2.1.2(a) The first phase Rock-cut temples: This is one of the earliest forms and is derived from the idea of Buddhist cave temples. These types of temples are mostly prominent towards the South-Eastern side of Kerala. Initially the idea of cave temple in India was brought in by the Buddhists. And the technique of rock-cut architecture in Kerala seems to be continuation of similar works in Tamil Nadu under Pandya's. All the Rock-cut temples were said to have constructed before 8th century .The Thrikkoor Shiva is an example of such Temple built in the 8th century.

2.1.2(b) The second phase The structural temples: Developed during the 8th and 10th centuries, These temples had a single shrine (also known as Srikovil). In most cases a porch (mandapa) is seen attached to the shrine. A namaskara mandapa which is usually detached from the main structure is built in front of the Shrine. A circumambulatory area known as nalambalam encloses the Srikovil.Other main elements of such temples include the namaskara mandapa, balikkal etc. is a part of the plan developed during this phase.

2.1.2 (c) The middle phase There are four functional doors on all the four cardinal direction and windows to provide subdued light in the passage. At times Pseudo doors can also be seen instead of functional doors. Storied temple concept comes under this phase. Peruvanam Siva Temple is an unique example of three-storied temple (lower two stories of square plan and the third stories of octagonal form).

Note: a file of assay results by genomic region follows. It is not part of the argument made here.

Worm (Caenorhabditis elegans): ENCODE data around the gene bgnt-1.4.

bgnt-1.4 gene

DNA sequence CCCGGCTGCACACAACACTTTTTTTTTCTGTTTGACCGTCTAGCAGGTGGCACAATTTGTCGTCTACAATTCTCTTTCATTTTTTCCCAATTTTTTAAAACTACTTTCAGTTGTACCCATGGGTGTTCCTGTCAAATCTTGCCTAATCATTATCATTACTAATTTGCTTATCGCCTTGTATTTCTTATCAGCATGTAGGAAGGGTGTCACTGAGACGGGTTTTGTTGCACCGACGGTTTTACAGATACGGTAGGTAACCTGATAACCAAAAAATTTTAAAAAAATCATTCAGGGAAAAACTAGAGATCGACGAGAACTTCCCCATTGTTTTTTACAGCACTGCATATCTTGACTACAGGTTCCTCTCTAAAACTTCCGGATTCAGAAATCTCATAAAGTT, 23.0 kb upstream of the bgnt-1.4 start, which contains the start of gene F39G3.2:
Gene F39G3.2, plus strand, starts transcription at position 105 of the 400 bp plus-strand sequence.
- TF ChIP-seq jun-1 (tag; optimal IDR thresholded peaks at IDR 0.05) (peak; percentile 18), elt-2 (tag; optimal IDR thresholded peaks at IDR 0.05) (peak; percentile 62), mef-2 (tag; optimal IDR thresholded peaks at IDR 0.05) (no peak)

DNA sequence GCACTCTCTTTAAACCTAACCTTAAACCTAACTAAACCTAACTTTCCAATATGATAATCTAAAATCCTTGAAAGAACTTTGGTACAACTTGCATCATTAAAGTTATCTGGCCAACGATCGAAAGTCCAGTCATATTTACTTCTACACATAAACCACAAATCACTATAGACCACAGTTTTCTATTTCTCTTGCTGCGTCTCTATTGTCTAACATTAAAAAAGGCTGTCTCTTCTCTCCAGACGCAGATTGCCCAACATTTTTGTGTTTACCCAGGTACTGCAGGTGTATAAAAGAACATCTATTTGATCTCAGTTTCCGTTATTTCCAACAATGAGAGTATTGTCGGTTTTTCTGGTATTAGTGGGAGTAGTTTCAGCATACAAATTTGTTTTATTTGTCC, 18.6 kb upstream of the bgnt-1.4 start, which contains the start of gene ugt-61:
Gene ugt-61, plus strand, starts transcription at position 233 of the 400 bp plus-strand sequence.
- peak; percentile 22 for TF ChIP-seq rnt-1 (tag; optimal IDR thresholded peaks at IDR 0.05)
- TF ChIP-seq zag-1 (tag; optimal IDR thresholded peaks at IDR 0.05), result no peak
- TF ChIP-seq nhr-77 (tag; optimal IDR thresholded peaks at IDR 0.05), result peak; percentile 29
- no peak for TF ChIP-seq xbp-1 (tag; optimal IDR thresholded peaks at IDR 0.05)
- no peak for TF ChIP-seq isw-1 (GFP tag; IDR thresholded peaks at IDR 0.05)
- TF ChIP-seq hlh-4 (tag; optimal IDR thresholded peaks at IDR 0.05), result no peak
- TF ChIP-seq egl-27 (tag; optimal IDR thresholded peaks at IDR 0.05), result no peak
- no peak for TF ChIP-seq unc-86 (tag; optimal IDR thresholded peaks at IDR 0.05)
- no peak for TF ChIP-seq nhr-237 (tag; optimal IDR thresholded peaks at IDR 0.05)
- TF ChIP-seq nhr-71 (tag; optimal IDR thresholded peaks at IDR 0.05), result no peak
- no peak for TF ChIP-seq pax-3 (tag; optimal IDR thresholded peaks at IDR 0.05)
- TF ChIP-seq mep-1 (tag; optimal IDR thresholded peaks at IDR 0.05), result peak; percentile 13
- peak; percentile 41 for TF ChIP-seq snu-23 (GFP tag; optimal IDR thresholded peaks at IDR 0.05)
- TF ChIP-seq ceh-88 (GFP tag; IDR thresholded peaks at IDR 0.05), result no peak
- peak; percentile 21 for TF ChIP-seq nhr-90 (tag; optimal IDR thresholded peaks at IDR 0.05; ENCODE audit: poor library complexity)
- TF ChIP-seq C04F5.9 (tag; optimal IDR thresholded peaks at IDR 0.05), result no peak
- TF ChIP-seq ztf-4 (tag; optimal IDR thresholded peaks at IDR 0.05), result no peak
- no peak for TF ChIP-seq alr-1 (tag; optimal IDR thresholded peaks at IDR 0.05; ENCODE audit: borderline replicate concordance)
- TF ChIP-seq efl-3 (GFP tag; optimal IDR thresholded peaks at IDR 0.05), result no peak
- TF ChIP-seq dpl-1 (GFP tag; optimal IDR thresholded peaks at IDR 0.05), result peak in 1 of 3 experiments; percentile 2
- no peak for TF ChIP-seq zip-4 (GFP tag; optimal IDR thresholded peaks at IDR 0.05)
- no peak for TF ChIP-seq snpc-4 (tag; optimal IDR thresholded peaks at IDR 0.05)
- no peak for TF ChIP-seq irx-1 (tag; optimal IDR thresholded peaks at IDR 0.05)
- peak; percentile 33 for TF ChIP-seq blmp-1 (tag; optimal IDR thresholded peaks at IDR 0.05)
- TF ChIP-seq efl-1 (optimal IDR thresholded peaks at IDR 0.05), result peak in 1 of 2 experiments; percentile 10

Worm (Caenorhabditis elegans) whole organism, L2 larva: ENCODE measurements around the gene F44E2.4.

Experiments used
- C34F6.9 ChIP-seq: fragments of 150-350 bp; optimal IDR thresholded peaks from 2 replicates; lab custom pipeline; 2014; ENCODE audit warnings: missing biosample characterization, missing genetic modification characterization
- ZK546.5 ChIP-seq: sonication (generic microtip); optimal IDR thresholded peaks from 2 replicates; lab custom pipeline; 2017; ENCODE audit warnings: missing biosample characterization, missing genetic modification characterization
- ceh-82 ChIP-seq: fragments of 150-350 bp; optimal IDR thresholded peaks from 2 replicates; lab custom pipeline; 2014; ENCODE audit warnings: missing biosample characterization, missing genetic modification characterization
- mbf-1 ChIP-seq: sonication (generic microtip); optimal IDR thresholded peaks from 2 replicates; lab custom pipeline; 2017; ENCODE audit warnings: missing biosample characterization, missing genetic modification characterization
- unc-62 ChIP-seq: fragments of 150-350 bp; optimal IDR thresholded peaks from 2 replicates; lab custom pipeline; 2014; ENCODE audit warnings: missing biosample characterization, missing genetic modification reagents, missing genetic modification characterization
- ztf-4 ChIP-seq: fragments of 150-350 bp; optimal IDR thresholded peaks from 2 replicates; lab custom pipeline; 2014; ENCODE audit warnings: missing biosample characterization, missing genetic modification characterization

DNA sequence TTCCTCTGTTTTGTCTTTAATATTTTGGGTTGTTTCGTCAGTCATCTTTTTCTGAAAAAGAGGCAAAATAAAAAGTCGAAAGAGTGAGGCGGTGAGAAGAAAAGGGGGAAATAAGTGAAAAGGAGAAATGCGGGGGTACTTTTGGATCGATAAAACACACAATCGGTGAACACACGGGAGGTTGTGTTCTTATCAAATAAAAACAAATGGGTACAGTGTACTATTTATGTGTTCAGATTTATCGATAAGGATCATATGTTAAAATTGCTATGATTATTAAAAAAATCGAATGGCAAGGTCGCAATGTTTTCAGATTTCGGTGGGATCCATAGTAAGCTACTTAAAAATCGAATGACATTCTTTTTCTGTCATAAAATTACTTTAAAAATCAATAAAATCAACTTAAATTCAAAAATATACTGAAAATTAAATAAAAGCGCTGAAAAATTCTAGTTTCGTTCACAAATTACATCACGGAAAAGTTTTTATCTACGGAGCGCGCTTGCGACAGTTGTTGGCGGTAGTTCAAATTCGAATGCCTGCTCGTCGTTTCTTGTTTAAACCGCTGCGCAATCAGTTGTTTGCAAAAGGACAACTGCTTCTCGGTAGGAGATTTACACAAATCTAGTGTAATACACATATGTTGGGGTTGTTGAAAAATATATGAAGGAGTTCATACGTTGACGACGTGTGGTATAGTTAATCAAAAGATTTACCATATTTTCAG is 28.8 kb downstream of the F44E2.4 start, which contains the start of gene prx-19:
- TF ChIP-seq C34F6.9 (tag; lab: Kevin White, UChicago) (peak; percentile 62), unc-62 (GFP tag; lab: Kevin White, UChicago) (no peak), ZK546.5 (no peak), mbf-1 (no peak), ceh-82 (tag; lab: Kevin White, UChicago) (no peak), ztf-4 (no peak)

5


Figure 2 : Example for Middle Phase Temple

Figure 3: Entry Gopura to Peruvanam Shiva Temple

Figure 3 : Image depicting Three-storied structure

2.1.2(d) The Final Phase Emerged during 1300-1800 A.D. Complexity in design details were achieved during this phase. The Vilakkumadam, (structure fixed with rows of oil lamps) is added beyond the Nalambalam as an outer ring. The balikallu is also enclosed within a pillared structure. A deepastambham (the lamp post) is added in front of the balikkal mandapam.

Figure 4 : Model of a Temple Complex -Tirukulashekarapuram

6


2.1.3 The Thrikoor temple: Case-Study

Figure 5 : Main Entry towards the temple Complex

Figure 6 : Back side entry to the second level of temple complex

The temple is in multiple layers. The entrance is thought a Gopura leading towards a colorful multi-pillared Anakottil/hall with a Dwajasthamba in front of it. The main temple complex is at a higher level with steps leading to it. There are also another set of crude steps leading to the other shrines on top of the hillock. There are other shrines around the circumambulatory path and below the main temple complex.

Figure 7 : Paintings seen on the columns

Figure 8 :Annakottil of the Temple

7


The sanctum sanctorum is within a cave on a hillock. Extensions have been made to include an Artha Mandapa and a Nada with steps leading to the main shrine. Apart from this, the rocks also hold the office block and other shrines. This temple is an ASI protected monument.